Community raises more than $400,000 to support Bellevue-based Kindering

  • Monday, October 2, 2017 1:28pm
  • News

Luncheon host and Kindering alumni parent Lauren Silvernail courageously shared the moving account of her family’s trials and victories with Kindering after their twins were born prematurely. Pictured here with husband Jeremy. Photo courtesy of Kindering

Guests donated more than $400,000 for Bellevue-based Kindering at their 12th annual Salute to Courage luncheon on Sept. 29.

Kindering, now in its 55th year, provides best-in-class therapies and special education for children with disabilities, delays, and other risk factors in King and Snohomish counties.

The funds will support inclusive preschool, special education, physical/occupational therapy, autism-specific programming and bilingual offerings, among many others.

It is estimated that 13 percent of children have developmental disabilities, one in nine are born prematurely, and one in 68 are diagnosed with autism spectrum disorders.

Local basketball legend Lenny Wilkens, who is known for raising and reinvesting millions in accessible, affordable health care for children and families, was the keynote speaker.

Wilkens’ message of inspiration was bolstered by event host Lauren Silvernail, an alumni parent of Kindering’s Early Intervention programs, who shared a moving firsthand account of the obstacles overcome by her children with the help of Kindering.

Silvernail recounted receiving a bleak prognosis for her son’s developmental potential after he and his twin sister were born prematurely.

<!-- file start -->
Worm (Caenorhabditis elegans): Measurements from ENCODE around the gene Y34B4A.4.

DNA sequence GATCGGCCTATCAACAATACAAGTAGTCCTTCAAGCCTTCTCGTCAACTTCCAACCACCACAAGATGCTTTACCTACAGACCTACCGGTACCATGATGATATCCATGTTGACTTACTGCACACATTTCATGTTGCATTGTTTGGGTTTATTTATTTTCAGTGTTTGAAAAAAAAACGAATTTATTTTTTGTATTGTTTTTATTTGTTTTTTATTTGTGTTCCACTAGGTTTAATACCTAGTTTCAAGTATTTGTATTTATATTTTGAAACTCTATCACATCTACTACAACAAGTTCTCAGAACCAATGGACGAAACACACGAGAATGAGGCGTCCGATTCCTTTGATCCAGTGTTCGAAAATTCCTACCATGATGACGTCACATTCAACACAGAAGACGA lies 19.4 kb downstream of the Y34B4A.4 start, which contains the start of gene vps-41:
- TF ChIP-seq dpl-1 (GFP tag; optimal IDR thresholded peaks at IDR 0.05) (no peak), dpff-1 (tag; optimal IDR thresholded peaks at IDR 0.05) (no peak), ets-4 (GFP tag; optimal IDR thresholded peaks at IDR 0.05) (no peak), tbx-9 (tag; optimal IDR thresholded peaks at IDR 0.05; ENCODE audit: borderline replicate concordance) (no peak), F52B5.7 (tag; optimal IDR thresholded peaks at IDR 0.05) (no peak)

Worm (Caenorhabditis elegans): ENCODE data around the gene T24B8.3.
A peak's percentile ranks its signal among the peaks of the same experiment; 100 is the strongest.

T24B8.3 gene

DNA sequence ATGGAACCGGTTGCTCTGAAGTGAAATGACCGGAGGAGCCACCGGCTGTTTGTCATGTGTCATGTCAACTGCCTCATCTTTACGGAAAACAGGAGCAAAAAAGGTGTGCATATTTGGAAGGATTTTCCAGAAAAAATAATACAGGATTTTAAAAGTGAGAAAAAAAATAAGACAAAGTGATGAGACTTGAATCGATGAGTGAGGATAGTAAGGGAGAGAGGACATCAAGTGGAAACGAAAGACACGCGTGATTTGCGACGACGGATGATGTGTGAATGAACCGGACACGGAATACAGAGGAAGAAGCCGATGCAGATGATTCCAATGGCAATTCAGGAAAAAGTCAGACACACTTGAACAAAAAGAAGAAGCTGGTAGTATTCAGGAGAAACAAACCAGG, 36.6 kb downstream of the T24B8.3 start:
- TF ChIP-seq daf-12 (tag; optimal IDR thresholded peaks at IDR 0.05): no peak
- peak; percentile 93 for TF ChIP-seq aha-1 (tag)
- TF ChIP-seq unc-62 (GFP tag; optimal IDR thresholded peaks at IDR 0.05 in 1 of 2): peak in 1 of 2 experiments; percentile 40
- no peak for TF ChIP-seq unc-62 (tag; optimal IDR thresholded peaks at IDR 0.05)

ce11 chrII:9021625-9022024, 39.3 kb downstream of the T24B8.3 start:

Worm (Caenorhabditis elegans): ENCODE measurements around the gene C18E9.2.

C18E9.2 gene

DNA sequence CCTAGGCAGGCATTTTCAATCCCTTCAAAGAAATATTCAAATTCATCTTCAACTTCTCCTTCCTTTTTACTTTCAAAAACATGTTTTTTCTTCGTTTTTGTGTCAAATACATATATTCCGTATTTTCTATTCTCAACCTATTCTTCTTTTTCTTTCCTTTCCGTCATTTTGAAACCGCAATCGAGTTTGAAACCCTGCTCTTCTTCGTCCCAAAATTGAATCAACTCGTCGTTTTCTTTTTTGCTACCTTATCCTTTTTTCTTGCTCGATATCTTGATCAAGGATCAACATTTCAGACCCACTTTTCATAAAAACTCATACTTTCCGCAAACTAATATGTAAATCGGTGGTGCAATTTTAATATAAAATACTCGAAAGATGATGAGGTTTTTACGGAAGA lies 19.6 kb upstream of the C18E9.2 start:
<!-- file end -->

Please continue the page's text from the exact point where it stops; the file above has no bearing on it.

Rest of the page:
“We were told that he may never have any meaningful communication with us,” Silvernail said. “After more than a year and a half of more than 20 hours of therapy a week, we had the breakthrough we had been waiting for – [he] spoke! And he has literally not stopped speaking since.”

Kindering alumni parent Autumn Wells also shared her story. Her son was born prematurely as well, and her family learned of Kindering while still in the Neonatal Intensive Care Unit.

“We still face challenges and work hard every day,” Wells said. “But he has come so far, and we rejoice in every milestone, big and small. I’m grateful to Kindering for being out in the community, meeting people where they are, and educating them.”

Longtime Kindering supporters Charlene and Frank Blethen (publisher and CEO of The Seattle Times) chaired the event, which was attended by a diverse mix of philanthropists, community leaders, elected officials and school district administrators all united around a common cause, to provide help to those who need it most.

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